Tuesday, 27 February 2018

Tuesday Poem: "Memory of a poem by August Kleinzahler" by Anna Livesey

There were two people (one in a blue dress).
They stood outside the ring the crowd made

around some spectacle

and spoke to each other.

It is not in the poem, but I think she folded her hands

in the skirt of her blue dress,

running the fabric between her fingers.

l think he touched her wrist, bare and white

in the light reflected from the spectacle.

They were behind the backs of several thousand people,

none of whom noticed them. Her wrist

looked very fine as it rose from the blue material.

Seeing the wrist, he was sorry for what he had said.

He said something else to her instead and she replied, quietly.

They made a small crowd of their own.

by Anna Livesey

For more information about the poet, Anna Livesey, see:

Tuesday, 20 February 2018

Tuesday Poem: Untitled by Yoshida Kenko

Blossoms are scattered by the wind
and the wind cares nothing,
but the blossoms of the heart
no wind can touch.

by Yoshida Kenko

For more information about the poet, Yoshida Kenko, see:

Photograph Credit: Leon Petrosyan 

Tuesday, 13 February 2018

Tuesday Poem: "Places Becoming Lonely" by Andrew M. Bell

Not a name on a marquee,
but a firmament in which a star could shine

this solid Earth, dependable unless we forget
the hard lessons of gravity

understated, not showy, he knew the places
his eyes could take the audience

there are more of us now and they say
we are more visually literate

and the images multiply daily
and yet there are more

places becoming lonely

Tuesday, 6 February 2018

Tuesday Poem: "The United Fruit Co." by Pablo Neruda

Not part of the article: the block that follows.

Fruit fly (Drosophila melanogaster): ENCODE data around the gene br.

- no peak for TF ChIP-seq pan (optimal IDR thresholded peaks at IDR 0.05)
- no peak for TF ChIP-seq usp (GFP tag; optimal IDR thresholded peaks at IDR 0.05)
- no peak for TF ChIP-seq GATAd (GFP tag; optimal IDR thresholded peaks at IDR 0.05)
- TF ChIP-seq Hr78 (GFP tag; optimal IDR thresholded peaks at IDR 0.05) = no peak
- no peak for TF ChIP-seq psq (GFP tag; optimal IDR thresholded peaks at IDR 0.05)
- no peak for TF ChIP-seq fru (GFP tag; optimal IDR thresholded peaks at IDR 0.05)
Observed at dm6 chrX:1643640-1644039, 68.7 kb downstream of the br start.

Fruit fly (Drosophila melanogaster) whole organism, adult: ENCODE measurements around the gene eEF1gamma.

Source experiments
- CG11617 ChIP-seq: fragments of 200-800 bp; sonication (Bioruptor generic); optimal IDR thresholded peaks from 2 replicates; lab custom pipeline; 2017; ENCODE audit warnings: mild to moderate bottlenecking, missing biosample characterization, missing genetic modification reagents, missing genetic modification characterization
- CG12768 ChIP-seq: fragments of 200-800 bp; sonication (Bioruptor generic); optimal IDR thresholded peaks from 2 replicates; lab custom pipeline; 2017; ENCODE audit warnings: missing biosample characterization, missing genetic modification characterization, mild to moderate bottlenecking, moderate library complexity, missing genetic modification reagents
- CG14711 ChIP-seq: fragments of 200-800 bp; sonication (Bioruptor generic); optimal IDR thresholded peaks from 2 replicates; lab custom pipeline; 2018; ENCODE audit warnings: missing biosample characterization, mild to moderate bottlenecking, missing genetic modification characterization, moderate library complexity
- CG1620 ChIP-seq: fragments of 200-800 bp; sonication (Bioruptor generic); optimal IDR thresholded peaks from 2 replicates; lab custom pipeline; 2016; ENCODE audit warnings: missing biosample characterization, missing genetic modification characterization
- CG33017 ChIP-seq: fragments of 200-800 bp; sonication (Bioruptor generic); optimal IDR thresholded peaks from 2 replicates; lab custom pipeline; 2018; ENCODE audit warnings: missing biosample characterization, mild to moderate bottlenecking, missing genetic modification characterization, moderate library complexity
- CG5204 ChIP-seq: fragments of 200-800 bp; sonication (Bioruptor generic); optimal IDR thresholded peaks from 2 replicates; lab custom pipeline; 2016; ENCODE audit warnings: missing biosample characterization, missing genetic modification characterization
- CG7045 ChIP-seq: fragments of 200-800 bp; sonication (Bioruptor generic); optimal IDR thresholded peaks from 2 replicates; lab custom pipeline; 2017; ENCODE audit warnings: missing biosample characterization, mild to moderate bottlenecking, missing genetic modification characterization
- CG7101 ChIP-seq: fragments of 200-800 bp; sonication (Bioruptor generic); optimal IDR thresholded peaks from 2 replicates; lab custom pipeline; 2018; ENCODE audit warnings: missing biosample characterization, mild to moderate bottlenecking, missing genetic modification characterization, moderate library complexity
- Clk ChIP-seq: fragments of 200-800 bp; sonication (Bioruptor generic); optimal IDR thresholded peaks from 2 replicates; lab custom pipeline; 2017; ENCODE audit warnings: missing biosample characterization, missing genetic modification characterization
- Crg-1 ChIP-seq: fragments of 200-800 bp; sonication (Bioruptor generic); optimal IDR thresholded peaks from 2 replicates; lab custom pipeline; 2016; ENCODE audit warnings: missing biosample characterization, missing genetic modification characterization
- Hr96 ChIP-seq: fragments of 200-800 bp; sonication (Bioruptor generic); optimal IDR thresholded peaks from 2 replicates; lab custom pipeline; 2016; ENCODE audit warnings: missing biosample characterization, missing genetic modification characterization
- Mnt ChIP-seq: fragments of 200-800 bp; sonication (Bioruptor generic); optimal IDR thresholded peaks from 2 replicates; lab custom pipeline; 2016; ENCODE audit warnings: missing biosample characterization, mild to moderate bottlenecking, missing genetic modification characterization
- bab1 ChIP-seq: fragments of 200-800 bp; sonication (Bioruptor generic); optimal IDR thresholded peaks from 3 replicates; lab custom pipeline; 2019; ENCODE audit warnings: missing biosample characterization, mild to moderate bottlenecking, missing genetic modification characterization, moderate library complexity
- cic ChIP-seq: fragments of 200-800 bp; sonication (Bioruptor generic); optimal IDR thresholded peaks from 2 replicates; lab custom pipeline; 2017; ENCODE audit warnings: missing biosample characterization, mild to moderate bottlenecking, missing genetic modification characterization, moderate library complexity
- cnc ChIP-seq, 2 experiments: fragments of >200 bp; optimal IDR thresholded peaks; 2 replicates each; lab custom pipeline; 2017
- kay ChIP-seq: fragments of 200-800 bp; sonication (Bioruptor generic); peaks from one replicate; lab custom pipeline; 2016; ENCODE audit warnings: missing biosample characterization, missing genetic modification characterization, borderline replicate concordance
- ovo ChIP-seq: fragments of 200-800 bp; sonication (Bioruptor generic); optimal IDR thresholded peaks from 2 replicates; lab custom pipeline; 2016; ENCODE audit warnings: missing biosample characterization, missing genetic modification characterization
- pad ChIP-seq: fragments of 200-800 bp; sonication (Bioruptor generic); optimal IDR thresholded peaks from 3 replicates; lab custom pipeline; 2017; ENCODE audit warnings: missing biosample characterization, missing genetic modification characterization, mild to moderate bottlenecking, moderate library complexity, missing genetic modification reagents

When the trumpet sounded, everything
on earth was prepared

and Jehovah distributed the world

to Coca Cola Inc., Anaconda,

Ford Motors and other entities:

The Fruit Company Inc.

reserved the juiciest for itself,

the central coast of my land,

the sweet waist of America.

It re-baptized the lands

"Banana Republics"

and on the sleeping dead,

on the restless heroes

who'd conquered greatness,

liberty and flags,

it founded a comic opera:

it alienated free wills,

gave crowns of Caesar as gifts,

unsheathed jealousy, attracted

the dictatorship of the flies,

Trujillo flies, Tachos flies,

Carias flies, Martinez flies,

Ubico flies, flies soppy

with humble blood and marmelade,

drunken flies that buzz

around common graves,

circus flies, learned flies

adept at tyranny.

The Company disembarks

among the blood-thirsty flies,

brim-filling their boats that slide

with the coffee and fruit treasure

of our submerged lands like trays.

Meanwhile, along the sugared up

abysms of the ports,

indians fall over, buried

in the morning mist:

a body rolls, a thing

without a name, a fallen number,

a bunch of dead fruit

spills into the pile of rot.

by Pablo Neruda

For more information about the poet, Pablo Neruda, see: